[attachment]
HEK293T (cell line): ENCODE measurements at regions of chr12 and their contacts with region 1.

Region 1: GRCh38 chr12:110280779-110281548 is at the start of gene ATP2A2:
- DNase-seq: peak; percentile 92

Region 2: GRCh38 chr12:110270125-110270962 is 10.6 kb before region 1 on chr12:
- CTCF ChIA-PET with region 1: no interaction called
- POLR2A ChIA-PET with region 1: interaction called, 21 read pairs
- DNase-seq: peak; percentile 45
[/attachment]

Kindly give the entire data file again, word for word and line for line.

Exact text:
HEK293T (cell line): ENCODE measurements at regions of chr12 and their contacts with region 1.

Region 1: GRCh38 chr12:110280779-110281548 is at the start of gene ATP2A2:
- DNase-seq: peak; percentile 92

Region 2: GRCh38 chr12:110270125-110270962 is 10.6 kb before region 1 on chr12:
- CTCF ChIA-PET with region 1: no interaction called
- POLR2A ChIA-PET with region 1: interaction called, 21 read pairs
- DNase-seq: peak; percentile 45